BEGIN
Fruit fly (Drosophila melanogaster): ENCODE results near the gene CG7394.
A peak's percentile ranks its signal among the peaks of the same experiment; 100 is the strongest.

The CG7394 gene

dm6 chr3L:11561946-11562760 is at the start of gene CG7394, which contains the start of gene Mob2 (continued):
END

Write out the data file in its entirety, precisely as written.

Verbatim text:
Fruit fly (Drosophila melanogaster): ENCODE results near the gene CG7394.
A peak's percentile ranks its signal among the peaks of the same experiment; 100 is the strongest.

The CG7394 gene

dm6 chr3L:11561946-11562760 is at the start of gene CG7394, which contains the start of gene Mob2 (continued):